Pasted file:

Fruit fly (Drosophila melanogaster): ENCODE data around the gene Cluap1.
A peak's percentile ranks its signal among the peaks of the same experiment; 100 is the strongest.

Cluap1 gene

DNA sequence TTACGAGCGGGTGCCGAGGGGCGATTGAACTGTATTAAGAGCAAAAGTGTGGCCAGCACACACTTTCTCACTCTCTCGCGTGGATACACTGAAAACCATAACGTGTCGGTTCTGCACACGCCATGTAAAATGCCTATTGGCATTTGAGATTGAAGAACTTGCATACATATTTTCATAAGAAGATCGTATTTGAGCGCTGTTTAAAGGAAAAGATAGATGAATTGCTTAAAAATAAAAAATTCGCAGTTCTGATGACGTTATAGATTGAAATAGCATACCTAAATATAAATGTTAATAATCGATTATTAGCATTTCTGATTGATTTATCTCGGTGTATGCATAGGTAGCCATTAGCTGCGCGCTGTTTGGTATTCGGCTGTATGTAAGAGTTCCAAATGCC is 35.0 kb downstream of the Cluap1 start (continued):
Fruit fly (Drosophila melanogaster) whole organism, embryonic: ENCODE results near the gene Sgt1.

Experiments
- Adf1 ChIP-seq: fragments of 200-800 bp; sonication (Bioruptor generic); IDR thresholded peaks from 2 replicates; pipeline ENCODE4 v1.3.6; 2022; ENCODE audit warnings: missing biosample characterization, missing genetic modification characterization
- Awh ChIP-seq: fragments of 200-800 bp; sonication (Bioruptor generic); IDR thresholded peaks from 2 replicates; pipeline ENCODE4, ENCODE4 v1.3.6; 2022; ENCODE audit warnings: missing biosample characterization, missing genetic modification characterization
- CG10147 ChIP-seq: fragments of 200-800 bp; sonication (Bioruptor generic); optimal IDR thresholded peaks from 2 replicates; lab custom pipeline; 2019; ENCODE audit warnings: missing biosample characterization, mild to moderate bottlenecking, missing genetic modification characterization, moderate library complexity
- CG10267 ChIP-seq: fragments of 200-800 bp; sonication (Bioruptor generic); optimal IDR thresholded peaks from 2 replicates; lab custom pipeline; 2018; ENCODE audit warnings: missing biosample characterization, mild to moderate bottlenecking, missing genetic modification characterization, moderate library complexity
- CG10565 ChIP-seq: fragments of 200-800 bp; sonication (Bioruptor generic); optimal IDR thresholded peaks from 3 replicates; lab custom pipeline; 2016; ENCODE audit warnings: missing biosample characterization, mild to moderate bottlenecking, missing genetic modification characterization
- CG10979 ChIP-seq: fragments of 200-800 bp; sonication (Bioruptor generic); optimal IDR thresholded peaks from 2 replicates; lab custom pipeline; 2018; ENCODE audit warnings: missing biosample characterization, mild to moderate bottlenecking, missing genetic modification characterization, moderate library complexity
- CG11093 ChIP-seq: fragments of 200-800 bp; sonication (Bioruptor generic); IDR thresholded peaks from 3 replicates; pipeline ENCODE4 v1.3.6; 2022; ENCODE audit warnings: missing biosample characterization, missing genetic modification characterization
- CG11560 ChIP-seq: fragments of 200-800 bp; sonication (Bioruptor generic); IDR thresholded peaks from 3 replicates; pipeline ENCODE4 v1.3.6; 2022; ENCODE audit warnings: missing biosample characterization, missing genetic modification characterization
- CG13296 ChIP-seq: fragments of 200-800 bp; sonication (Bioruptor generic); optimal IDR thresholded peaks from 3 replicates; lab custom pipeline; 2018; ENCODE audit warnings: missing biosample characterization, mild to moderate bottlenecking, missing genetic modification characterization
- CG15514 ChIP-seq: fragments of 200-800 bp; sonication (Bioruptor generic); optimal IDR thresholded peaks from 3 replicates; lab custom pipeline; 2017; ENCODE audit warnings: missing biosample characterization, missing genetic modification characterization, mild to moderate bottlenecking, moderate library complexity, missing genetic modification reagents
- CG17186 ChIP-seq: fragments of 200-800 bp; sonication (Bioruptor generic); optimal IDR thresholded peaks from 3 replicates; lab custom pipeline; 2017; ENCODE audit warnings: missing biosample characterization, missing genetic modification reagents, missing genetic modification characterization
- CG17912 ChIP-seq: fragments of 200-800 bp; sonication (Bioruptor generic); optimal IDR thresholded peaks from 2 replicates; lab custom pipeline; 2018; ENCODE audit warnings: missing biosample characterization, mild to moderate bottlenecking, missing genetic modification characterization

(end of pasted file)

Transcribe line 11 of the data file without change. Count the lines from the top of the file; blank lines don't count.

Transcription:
- CG10565 ChIP-seq: fragments of 200-800 bp; sonication (Bioruptor generic); optimal IDR thresholded peaks from 3 replicates; lab custom pipeline; 2016; ENCODE audit warnings: missing biosample characterization, mild to moderate bottlenecking, missing genetic modification characterization